We have been asked to supply FDC signage for an existing building with combined sprinkler/standpipe system.
The AHJ has requested that both minimum and maximum operating pressure be included on the sign.
Can we use existing hydraulic data information or should it be recalculated including friction loss from the fire hose to pumper truck?
Also, what would constitute the maximum pressure in a combined sprinkler / Class III system?
Would it be max 175 psi at all 2-1/2” hose connections if there are pressure regulations devices on the 1-1/2” hose valves?
Thanks in advance in helping us sort this out.
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3/18/2022 08:06:34 am
I have never heard of an AHJ requesting this....FFs are taught across the board to pump into FDC's at 150psi. I imagine using the existing hydraulic information would be sufficient. Good luck!
3/18/2022 08:19:10 am
If its a manual system the minimum should be 150 psi at 1000 gpm per NFPA 14 - 2016 A.220.127.116.11
3/18/2022 08:23:31 am
3/18/2022 08:25:06 am
Clarification on the 350 PSI. This value requires PRVs off of the standpipe contingent on elevation loss. Ensure you review the entire system before providing the maximum pressure.
3/18/2022 08:28:45 am
The signage should be the requirement at the FDC inlet only. Let the Truck Engineer do the math on losses for the connections between the truck and the FDC (could be a run 2-2.5"x50' hoses or 1-4"x50' to a wye and 2-2.5"x50' hoses depending on how far away they park or available hoses). They have the potential of pumping far greater than 175PSI into a system.
3/18/2022 08:43:24 am
3/18/2022 08:45:08 am
I believe the AHJ is after the sign required by NFPA 13 2016 18.104.22.168.7.2. However it is probable that they are mistaken on the need, and proper use of the sign like our local AHJ's who often require this. The sign is required on systems that have a demand greater than 150 PSI. If the original calculation data is available, I would say that is safe to use, since the system was designed to that data, and the original sign (if needed) would have been off of that information also. Essentially when our AHJ's require this they are looking for what the inlet pressure should be at the FDC when the pressure is greater then the normal 150 psi starting pressure. I'm not sure what the minimum operating pressure they are looking for could be, and it is the fire department responsibility to calculate friction loss to the FDC. With the various types of FDC's, size fire hoses, and lengths of hose, it would be difficult to calculate the friction loss from the pumper to the FDC unless the fire department was very involved in the process.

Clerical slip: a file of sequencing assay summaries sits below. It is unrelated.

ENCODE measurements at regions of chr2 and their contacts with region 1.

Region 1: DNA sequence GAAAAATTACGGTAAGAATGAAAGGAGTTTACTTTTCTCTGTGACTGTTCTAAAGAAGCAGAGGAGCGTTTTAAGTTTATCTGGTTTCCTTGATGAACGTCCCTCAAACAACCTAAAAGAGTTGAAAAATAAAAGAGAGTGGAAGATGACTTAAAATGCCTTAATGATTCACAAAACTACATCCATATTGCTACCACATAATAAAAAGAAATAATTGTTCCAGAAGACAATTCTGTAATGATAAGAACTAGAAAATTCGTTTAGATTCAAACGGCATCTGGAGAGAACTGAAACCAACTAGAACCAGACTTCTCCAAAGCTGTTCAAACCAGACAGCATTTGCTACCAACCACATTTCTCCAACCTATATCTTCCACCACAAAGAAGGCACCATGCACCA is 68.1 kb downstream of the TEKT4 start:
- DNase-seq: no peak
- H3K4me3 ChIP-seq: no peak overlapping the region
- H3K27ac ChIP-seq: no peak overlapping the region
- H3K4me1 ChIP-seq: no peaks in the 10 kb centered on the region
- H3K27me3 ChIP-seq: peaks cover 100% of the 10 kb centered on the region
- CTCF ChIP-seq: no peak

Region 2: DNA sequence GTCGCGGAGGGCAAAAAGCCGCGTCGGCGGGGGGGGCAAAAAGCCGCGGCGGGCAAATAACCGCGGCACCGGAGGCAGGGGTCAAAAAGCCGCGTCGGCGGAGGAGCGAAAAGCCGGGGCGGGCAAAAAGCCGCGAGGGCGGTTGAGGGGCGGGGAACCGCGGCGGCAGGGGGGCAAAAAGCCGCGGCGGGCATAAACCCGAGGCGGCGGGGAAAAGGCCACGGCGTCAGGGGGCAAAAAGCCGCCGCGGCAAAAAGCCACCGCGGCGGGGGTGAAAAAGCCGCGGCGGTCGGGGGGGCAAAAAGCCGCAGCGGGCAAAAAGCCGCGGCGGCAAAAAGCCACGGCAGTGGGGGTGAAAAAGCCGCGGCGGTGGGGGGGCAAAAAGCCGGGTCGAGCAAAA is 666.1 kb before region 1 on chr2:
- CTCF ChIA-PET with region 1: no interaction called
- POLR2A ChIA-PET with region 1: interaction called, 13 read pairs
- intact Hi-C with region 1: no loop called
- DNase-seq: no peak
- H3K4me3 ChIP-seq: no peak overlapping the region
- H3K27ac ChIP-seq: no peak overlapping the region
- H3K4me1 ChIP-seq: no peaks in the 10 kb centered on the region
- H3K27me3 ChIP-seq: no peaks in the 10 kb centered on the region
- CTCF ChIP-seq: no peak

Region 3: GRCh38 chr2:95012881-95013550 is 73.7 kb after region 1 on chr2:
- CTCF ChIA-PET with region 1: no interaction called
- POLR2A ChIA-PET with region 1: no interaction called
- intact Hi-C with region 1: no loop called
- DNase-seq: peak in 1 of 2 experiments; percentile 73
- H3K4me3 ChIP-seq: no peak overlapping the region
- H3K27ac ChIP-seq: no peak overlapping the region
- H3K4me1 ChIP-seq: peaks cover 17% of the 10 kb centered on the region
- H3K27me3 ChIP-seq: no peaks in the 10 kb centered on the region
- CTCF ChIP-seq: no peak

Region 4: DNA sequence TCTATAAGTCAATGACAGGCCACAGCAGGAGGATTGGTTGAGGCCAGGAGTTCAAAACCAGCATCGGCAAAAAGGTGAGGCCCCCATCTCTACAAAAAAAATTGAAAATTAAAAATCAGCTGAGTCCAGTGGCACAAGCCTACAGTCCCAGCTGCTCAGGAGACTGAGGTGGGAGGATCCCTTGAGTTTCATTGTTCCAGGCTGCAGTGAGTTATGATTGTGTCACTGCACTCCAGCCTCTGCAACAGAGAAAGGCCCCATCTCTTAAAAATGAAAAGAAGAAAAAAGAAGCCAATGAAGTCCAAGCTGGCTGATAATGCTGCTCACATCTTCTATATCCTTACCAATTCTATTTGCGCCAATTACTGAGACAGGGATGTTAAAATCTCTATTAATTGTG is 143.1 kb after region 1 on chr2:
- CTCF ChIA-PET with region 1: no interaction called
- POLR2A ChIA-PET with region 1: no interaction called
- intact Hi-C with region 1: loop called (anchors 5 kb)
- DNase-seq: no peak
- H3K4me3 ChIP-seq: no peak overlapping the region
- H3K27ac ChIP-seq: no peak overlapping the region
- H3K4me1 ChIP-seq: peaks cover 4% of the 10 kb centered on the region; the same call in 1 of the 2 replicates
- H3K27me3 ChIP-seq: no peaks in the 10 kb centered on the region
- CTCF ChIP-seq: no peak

3/18/2022 08:52:26 am
We do this a lot.
3/18/2022 09:14:41 am
- Personnel opinion -
3/18/2022 10:01:27 am
Maybe the signs they are looking for are as per NFPA 14 6.8 Hydraulic design info
3/18/2022 02:58:58 pm
Wow! Thanks for all the great replies. I agree the AHJ in this case might not be aware of the 150 psi clause as per NFPA 14.
3/18/2022 04:53:31 pm
It completely depends on the situation. What if your building is 50 stories 15 ft. elevation each? If the fire is in the penthouse, 175 psi will get the water a little more than halfway there.
3/18/2022 04:58:38 pm
Agree. If it was a high building there would likely be pressure reducing valves on the sprinkler zones and pressure restricting hose valves on the lower floors to accommodate a higher maximum pressure. In this case we had a 5 story building.
4/13/2022 10:39:44 pm
From a firefighter's perspective, we want to be prepared for the unexpected while maintaining simple, consistent procedures throughout the membership. Before I explain, a few bullet points:
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